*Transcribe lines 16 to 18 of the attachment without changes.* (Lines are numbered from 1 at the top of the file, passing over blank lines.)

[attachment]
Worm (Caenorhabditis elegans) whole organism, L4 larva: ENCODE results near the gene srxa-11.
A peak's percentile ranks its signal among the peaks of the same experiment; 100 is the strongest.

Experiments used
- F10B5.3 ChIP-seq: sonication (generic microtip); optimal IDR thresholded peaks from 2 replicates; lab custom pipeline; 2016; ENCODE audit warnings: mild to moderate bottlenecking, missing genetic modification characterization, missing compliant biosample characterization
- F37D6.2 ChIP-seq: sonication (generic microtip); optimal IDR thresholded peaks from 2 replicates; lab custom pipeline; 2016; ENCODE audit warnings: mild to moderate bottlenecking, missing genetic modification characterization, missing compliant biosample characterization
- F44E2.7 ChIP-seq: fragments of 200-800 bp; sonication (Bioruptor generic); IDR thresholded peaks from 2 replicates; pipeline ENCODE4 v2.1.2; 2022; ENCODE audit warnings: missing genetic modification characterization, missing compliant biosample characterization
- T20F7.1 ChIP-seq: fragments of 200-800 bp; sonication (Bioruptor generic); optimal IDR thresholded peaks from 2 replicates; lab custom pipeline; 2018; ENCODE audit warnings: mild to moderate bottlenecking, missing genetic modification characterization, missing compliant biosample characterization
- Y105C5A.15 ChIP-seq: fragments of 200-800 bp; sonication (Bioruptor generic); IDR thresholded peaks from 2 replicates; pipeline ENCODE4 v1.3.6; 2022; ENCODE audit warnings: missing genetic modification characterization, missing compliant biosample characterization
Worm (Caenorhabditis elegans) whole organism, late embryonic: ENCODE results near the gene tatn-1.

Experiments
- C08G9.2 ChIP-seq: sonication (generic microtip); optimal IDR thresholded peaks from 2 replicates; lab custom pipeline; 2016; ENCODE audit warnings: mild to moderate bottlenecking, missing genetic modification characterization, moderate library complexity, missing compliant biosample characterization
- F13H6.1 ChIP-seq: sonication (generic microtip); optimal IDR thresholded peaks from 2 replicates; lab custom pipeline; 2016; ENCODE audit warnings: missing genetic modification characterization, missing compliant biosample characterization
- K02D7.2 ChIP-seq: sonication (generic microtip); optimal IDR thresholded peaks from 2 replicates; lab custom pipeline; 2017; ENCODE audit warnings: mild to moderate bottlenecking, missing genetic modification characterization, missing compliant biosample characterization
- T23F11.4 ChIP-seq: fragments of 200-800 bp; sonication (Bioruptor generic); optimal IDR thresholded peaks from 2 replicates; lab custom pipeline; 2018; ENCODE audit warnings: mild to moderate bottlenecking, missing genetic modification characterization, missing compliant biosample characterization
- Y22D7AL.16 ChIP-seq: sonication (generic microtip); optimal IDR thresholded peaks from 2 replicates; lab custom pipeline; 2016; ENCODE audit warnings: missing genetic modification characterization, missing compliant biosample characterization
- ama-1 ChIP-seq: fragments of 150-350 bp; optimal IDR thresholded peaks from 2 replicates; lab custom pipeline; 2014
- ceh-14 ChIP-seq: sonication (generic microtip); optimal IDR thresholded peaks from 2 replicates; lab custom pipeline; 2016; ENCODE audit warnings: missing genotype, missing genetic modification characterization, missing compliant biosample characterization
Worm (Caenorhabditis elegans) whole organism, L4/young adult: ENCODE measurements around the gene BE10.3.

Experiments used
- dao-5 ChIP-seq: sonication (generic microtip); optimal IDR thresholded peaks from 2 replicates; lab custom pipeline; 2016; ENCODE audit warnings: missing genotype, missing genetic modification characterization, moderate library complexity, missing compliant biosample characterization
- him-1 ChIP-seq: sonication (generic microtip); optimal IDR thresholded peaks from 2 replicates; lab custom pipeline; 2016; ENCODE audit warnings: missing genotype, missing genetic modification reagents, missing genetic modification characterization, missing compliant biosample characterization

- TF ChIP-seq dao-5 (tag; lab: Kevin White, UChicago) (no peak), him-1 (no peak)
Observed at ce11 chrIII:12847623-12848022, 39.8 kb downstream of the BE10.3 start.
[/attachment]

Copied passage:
- ama-1 ChIP-seq: fragments of 150-350 bp; optimal IDR thresholded peaks from 2 replicates; lab custom pipeline; 2014
- ceh-14 ChIP-seq: sonication (generic microtip); optimal IDR thresholded peaks from 2 replicates; lab custom pipeline; 2016; ENCODE audit warnings: missing genotype, missing genetic modification characterization, missing compliant biosample characterization
Worm (Caenorhabditis elegans) whole organism, L4/young adult: ENCODE measurements around the gene BE10.3.